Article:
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FRI0463 Outcomes of Vascular Interventions in Takayasu's Arteritis; A Retrospective Cohort Study
  1. C.H. Labarca1,
  2. A. Makol1,
  3. C.S. Crowson1,
  4. T.A. Kermani2,
  5. E.L. Matteson1,
  6. K.J. Warrington1
  1. 1Mayo Clinic, Rochester
  2. 2University of California LA, Los Angeles, United States

Abstract

Background Takayasu's arteritis (TAK) is a large-vessel vasculitis of unknown etiology affecting primarily the aorta and its branches. Despite treatment with immunosuppressive agents patients with TAK often develop arterial damage requiring vascular procedures. (1)

Objectives To compare the outcomes between vascular surgery and endovascular procedures in a cohort of patients with TAK.

Methods A retrospective medical record review was performed to identify all patients with TAK who underwent vascular procedures at a tertiary referral center between 01/01/1984 and 12/31/2009. The ACR criteria for TAK were used for inclusion (modified to include patients diagnosed between age 41 and 50 years). Disease activity was assessed according to the Kerr criteria. Data are reported using descriptive statistics, and Kaplan Meier methods for complication rate.

Results The cohort included 66 patients with TAK (Mean age 33.3±11.0, 58 women [88%], white [70%]) who underwent 119 vascular procedures (surgery 93[78%]; endovascular repair 26 [22%]). The most frequent indications for vascular surgery were arm claudication (40[43%]) and leg claudication (18[19%]) while arm claudication (8[31%]) and malignant hypertension (6[23%]) were the most frequent indications for endovascular repair. In 55 of 93 (59%) vascular surgical procedures and in 10 of 26 (38%) endovascular procedures, the disease was active within 1 month of intervention. The most frequent arterial lesions requiring intervention were the aorta (26[28%]), carotid (21[23%]) and subclavian (20[22%]) arteries in the vascular surgery group compared to the subclavian (9[35%]), renal arteries (5[19%]) and aorta (5[19%]) in the endovascular repair group. Corticosteroids were the most common pharmacological treatment (43[46%] in the surgery group and 12[46%] in the endovascular repair group) followed by immunosuppressants (26[28%] in the surgery group and 10[38%] in the endovascular repair group). The levels of ESR and CRP one month before surgery did not differ between the groups, but these data were available for <50% of the procedures. Early complications [<30 days] occurred after 15 (16%) surgeries and 4 (15%) endovascular repair procedures (p=0.93). Early complications included restenosis 1[1%], bleeding 2[2%], stroke 3[3%] and others 11[12%]) following surgery and restenosis 1[4%] and others 3[12%] following endovascular repair. Late complications occurred after 34 surgical procedures and 10 endovascular repair procedures (44% vs. 66% complication rate at 10 years of follow-up; p=0.33). The majority of complications in both groups were restenosis (26 after surgery and 9 after endovascular repair; 37% vs 62% restenosis rate at 10 years of follow-up; p=0.19). Other late complications included thrombosis 2[4%], stroke 1[2%] and others 8[11%]) after surgery and development of new pseudoaneurysm 1[10%]) after endovascular repair.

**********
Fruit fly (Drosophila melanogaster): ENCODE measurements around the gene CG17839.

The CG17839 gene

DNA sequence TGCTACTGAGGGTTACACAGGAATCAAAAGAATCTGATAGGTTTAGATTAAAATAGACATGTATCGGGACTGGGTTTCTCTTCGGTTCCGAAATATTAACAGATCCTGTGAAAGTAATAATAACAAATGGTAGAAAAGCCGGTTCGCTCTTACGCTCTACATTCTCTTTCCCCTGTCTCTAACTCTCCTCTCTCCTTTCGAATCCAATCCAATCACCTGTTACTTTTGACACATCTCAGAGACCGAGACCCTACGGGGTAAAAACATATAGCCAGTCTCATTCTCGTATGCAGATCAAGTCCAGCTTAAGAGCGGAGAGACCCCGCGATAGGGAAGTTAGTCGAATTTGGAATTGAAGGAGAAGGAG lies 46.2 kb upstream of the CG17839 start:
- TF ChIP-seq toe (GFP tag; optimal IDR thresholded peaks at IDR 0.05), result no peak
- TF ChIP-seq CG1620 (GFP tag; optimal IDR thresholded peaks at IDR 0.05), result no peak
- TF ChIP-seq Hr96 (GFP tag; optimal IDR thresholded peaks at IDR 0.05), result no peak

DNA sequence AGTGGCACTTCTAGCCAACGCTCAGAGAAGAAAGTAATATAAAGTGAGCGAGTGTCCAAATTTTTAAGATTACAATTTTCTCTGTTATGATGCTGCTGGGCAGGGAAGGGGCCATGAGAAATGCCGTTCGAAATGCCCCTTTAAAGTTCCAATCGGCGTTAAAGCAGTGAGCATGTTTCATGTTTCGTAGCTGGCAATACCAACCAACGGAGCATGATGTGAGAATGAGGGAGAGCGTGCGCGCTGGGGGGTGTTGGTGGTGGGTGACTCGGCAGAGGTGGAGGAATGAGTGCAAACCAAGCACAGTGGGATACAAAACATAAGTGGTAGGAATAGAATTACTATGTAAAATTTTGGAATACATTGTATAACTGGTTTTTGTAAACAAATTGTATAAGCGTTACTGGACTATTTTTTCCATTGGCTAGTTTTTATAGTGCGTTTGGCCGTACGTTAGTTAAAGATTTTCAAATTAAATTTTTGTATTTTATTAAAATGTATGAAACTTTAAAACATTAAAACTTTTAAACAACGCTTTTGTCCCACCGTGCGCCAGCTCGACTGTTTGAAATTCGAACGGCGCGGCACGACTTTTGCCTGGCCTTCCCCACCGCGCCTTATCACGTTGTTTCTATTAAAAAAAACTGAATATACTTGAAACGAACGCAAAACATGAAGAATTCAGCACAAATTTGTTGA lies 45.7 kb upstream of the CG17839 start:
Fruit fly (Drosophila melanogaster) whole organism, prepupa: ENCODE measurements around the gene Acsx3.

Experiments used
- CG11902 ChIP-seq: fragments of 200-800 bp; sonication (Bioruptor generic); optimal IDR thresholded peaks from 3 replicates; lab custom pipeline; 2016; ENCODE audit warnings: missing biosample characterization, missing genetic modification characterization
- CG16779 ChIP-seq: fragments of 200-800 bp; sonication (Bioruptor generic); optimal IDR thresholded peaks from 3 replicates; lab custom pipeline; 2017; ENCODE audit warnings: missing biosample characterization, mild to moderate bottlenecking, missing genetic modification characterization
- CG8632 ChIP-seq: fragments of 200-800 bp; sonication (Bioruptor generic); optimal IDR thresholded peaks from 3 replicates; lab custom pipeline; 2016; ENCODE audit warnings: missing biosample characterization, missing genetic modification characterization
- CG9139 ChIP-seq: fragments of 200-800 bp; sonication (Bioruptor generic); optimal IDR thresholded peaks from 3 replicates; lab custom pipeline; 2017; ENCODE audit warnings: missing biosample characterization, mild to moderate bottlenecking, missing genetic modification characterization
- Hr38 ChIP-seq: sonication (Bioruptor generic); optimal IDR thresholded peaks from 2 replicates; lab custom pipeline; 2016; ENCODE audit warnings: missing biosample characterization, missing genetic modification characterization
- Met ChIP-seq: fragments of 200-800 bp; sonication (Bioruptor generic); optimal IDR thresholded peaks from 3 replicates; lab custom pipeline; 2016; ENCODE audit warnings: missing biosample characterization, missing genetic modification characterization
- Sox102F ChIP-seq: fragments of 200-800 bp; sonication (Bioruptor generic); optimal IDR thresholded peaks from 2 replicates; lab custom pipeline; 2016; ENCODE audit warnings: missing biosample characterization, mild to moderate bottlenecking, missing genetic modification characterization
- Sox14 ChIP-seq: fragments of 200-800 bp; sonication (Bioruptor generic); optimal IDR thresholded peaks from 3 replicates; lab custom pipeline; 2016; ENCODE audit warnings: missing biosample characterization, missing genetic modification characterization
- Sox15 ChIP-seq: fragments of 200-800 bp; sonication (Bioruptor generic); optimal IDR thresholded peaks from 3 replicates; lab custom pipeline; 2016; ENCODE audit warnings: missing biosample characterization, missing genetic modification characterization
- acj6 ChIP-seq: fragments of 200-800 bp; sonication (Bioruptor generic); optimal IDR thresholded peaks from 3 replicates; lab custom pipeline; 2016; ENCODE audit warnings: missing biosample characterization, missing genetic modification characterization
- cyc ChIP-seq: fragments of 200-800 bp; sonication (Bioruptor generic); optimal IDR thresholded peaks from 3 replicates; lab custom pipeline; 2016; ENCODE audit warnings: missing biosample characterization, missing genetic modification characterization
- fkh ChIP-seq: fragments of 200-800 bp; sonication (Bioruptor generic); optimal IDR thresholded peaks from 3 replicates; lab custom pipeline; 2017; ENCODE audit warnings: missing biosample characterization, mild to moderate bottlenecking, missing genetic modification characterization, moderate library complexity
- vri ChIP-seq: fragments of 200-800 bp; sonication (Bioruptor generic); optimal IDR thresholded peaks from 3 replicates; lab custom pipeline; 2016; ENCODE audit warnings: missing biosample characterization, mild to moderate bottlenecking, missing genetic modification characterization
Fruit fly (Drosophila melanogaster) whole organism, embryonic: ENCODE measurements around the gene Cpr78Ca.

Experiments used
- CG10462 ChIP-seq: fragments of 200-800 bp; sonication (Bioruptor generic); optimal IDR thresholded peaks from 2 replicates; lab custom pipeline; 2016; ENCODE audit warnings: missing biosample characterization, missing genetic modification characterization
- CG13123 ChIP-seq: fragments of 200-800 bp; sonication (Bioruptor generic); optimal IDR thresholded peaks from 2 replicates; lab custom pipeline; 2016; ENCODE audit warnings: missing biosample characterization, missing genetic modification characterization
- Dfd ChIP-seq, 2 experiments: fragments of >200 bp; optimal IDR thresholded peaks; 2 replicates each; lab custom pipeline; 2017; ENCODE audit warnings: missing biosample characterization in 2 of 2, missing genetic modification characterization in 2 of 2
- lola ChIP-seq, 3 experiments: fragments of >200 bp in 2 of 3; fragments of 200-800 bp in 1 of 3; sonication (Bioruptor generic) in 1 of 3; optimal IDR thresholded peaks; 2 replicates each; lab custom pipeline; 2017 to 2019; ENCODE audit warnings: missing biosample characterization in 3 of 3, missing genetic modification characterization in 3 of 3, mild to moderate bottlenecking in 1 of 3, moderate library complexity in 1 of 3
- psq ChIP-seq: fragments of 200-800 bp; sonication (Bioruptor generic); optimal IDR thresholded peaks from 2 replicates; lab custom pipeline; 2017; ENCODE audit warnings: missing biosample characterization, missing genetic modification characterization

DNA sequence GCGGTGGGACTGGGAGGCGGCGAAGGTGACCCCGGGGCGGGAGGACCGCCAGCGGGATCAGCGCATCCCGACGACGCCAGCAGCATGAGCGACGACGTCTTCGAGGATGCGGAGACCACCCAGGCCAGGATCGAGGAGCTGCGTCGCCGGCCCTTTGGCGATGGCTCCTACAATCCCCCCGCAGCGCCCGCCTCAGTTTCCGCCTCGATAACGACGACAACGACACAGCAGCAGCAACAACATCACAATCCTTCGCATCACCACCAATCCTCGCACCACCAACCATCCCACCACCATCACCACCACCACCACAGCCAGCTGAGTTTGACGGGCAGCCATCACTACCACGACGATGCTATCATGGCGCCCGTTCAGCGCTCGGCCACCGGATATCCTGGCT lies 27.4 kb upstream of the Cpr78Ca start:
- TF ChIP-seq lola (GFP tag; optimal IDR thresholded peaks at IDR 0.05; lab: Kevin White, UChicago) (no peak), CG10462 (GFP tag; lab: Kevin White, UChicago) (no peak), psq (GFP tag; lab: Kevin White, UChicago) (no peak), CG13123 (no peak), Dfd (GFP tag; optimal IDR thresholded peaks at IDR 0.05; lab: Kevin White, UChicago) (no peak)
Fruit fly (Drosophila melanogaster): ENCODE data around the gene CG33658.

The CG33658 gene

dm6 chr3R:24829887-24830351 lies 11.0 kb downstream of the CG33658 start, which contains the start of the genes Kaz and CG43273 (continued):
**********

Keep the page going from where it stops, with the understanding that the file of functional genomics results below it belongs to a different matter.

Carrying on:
Conclusions In this cohort of patients with TAK undergoing vascular intervention, revascularization procedures are associated with high failure rates and frequent operative complications. We observed a trend towards higher rate of restenosis in patients who underwent endovascular procedures, compared to vascular surgery.

References

  1. Schmidt J, et al. Mayo Clin Proc. 2013 Aug;88(8):822–30.

Disclosure of Interest None declared

DOI 10.1136/annrheumdis-2014-eular.3760

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